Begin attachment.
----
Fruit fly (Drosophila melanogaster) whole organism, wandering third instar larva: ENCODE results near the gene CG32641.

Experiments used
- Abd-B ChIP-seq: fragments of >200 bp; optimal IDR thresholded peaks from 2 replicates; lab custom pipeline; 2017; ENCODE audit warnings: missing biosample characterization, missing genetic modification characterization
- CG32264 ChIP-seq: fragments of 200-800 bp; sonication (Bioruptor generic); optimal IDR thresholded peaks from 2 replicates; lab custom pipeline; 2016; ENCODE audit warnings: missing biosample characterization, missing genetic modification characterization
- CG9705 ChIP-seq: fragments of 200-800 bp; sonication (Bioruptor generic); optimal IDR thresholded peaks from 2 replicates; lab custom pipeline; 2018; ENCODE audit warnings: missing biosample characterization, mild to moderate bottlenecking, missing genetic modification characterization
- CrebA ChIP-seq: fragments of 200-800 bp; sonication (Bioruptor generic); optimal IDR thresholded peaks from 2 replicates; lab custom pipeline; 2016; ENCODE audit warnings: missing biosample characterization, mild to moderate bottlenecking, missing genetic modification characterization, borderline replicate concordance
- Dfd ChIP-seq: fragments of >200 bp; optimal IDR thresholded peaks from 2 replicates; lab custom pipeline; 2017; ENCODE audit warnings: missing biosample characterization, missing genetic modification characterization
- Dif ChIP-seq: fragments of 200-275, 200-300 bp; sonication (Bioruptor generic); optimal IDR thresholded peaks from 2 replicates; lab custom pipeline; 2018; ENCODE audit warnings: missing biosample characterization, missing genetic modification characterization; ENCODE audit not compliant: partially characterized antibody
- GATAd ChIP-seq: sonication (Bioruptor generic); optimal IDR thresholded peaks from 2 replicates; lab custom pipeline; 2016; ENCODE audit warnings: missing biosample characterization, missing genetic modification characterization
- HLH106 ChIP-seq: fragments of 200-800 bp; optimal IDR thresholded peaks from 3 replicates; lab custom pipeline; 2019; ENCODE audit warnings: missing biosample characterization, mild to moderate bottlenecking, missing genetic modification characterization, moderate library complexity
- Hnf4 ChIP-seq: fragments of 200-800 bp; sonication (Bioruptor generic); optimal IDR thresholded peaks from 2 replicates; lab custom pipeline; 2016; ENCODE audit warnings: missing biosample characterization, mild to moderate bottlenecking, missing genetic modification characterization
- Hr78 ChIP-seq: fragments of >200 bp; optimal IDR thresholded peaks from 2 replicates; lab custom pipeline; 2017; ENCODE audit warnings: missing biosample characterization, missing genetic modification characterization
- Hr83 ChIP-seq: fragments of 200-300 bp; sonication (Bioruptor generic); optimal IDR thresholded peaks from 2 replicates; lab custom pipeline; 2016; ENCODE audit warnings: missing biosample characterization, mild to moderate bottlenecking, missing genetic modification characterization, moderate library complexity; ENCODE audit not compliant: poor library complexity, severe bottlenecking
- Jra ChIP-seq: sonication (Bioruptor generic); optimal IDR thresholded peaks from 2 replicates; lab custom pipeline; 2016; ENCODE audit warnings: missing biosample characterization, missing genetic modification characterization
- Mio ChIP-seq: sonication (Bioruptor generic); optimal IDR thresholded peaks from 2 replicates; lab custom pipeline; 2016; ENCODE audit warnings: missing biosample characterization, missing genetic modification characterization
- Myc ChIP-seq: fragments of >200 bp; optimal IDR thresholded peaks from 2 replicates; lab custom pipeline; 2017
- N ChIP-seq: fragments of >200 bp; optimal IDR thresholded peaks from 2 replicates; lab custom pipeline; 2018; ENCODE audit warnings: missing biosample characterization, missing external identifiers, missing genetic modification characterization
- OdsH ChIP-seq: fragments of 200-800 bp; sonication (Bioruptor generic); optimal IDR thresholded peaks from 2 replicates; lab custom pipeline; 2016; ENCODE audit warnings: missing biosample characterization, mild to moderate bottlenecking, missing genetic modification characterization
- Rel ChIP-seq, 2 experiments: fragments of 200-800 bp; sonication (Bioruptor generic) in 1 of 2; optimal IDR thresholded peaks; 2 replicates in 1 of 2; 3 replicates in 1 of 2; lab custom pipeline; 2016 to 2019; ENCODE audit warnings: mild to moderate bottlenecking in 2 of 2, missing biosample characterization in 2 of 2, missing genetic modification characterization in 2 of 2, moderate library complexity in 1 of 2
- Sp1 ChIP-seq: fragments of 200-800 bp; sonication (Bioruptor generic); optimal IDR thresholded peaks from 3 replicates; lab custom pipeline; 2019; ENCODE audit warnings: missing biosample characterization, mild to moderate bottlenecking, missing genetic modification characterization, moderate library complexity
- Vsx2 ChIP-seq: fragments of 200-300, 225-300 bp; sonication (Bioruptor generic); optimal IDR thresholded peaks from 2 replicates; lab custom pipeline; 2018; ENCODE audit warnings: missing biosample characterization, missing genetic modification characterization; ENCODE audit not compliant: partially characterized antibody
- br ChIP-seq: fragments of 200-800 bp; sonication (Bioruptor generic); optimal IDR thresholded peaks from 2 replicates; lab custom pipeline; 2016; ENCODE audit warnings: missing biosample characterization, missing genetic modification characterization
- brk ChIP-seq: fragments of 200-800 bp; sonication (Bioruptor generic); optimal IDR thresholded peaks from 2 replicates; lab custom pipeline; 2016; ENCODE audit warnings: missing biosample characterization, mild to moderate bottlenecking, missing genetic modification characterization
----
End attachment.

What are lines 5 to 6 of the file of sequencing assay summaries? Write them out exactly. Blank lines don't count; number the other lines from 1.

- CG9705 ChIP-seq: fragments of 200-800 bp; sonication (Bioruptor generic); optimal IDR thresholded peaks from 2 replicates; lab custom pipeline; 2018; ENCODE audit warnings: missing biosample characterization, mild to moderate bottlenecking, missing genetic modification characterization
- CrebA ChIP-seq: fragments of 200-800 bp; sonication (Bioruptor generic); optimal IDR thresholded peaks from 2 replicates; lab custom pipeline; 2016; ENCODE audit warnings: missing biosample characterization, mild to moderate bottlenecking, missing genetic modification characterization, borderline replicate concordance